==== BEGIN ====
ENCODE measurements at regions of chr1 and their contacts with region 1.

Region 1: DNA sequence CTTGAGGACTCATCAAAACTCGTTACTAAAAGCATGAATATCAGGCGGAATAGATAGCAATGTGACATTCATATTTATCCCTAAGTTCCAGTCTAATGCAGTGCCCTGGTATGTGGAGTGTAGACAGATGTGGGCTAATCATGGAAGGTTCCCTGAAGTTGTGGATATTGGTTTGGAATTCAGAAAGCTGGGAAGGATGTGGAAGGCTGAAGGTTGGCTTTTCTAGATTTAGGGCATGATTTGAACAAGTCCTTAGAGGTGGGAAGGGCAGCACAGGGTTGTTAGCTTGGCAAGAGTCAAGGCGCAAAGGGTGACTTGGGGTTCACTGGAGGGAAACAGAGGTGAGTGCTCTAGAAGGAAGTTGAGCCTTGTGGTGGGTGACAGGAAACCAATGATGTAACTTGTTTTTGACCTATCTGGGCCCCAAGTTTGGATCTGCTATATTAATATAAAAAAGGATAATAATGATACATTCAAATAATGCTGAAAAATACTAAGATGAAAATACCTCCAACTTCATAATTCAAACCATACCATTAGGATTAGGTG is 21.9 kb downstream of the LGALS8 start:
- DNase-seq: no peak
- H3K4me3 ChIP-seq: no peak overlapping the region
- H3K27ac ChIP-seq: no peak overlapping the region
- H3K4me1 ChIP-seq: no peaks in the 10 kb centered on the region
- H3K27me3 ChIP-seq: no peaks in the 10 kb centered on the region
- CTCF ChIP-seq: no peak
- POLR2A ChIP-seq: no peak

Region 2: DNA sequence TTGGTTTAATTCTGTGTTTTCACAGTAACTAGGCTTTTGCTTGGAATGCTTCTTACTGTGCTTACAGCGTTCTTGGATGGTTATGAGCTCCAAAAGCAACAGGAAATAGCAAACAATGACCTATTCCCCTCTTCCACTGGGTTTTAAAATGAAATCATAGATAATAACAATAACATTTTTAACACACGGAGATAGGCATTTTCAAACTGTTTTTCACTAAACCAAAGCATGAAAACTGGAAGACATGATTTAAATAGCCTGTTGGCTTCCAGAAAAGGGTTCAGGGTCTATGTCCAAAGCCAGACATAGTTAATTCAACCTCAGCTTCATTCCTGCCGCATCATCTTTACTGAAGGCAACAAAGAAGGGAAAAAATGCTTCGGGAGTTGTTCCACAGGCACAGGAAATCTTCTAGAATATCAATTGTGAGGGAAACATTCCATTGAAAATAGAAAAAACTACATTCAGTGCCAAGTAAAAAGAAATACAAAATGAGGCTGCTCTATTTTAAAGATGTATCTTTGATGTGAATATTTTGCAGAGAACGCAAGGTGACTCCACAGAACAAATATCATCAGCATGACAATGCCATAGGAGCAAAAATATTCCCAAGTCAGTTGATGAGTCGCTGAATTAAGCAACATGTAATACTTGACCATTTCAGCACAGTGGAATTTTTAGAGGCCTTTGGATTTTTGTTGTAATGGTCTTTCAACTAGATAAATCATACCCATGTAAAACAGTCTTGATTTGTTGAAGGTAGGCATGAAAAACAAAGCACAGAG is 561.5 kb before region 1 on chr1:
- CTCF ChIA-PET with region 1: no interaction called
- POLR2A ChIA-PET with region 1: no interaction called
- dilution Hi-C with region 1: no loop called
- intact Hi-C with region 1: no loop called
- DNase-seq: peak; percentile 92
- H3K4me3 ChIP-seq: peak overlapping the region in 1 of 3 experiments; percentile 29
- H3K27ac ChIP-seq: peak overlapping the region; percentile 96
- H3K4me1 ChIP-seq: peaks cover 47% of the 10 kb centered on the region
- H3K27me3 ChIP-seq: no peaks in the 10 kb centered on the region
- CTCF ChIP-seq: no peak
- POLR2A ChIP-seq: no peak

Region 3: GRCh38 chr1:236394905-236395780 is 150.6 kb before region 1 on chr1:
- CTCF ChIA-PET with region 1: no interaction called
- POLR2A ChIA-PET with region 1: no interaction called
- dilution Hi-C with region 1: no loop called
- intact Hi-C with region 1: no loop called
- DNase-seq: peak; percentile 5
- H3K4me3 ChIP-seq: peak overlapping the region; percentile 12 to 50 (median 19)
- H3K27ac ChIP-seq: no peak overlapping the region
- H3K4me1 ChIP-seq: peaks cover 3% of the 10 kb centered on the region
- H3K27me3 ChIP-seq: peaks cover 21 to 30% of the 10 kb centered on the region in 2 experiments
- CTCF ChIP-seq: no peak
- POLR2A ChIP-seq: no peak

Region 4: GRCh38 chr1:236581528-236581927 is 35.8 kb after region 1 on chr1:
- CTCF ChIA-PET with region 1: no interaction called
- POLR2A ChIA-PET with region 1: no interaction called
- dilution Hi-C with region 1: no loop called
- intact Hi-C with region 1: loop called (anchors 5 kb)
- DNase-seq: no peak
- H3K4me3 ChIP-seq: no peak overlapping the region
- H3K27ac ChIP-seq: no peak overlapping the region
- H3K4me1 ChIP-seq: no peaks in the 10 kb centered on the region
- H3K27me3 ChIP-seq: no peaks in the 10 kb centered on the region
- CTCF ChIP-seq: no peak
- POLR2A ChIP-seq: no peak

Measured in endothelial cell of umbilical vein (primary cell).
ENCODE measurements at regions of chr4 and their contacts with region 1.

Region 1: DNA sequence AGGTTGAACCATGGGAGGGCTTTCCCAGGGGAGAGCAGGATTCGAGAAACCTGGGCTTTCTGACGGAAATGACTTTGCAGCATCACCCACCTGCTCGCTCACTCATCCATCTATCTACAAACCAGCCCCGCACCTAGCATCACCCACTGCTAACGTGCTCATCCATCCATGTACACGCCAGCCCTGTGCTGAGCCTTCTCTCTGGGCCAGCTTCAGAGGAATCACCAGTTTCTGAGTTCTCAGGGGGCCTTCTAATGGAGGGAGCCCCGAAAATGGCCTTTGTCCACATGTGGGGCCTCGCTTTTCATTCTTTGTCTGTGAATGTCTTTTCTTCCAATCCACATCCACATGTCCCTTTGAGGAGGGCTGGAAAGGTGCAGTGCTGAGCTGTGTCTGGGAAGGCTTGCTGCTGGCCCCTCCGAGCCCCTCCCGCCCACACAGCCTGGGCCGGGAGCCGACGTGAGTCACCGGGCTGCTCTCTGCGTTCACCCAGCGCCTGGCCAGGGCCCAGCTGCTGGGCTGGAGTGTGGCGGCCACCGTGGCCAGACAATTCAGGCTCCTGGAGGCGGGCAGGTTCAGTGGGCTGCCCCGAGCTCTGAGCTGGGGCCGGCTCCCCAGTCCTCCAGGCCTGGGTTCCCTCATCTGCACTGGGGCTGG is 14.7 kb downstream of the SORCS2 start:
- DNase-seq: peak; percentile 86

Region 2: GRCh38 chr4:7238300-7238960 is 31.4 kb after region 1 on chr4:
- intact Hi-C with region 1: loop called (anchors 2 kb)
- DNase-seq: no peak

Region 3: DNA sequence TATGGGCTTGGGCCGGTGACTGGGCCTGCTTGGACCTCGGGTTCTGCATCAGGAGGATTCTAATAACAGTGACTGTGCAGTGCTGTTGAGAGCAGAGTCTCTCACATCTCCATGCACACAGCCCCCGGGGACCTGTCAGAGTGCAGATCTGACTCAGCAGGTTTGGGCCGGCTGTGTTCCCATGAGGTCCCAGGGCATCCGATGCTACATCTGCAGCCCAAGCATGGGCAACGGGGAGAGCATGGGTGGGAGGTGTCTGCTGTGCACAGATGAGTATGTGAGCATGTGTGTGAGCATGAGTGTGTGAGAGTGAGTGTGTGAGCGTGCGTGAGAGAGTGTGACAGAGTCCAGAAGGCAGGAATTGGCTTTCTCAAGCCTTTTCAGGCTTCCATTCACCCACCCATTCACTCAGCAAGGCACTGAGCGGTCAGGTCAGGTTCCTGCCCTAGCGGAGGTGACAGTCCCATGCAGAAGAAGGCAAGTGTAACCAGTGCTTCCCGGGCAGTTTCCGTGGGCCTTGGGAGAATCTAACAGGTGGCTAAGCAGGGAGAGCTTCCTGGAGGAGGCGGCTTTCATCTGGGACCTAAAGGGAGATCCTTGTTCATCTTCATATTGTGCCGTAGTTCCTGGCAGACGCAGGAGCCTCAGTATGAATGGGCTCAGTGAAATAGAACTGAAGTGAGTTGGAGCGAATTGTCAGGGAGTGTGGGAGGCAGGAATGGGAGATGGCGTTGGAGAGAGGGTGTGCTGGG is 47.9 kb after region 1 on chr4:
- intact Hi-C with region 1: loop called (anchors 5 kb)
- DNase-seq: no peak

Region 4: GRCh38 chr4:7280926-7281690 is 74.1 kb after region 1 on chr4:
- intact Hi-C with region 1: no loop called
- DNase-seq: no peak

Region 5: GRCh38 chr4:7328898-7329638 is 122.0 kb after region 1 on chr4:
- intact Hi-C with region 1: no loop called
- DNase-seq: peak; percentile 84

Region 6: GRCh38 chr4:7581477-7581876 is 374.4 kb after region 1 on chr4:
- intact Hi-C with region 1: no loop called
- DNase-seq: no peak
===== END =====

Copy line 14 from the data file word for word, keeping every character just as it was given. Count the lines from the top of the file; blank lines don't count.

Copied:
- intact Hi-C with region 1: no loop called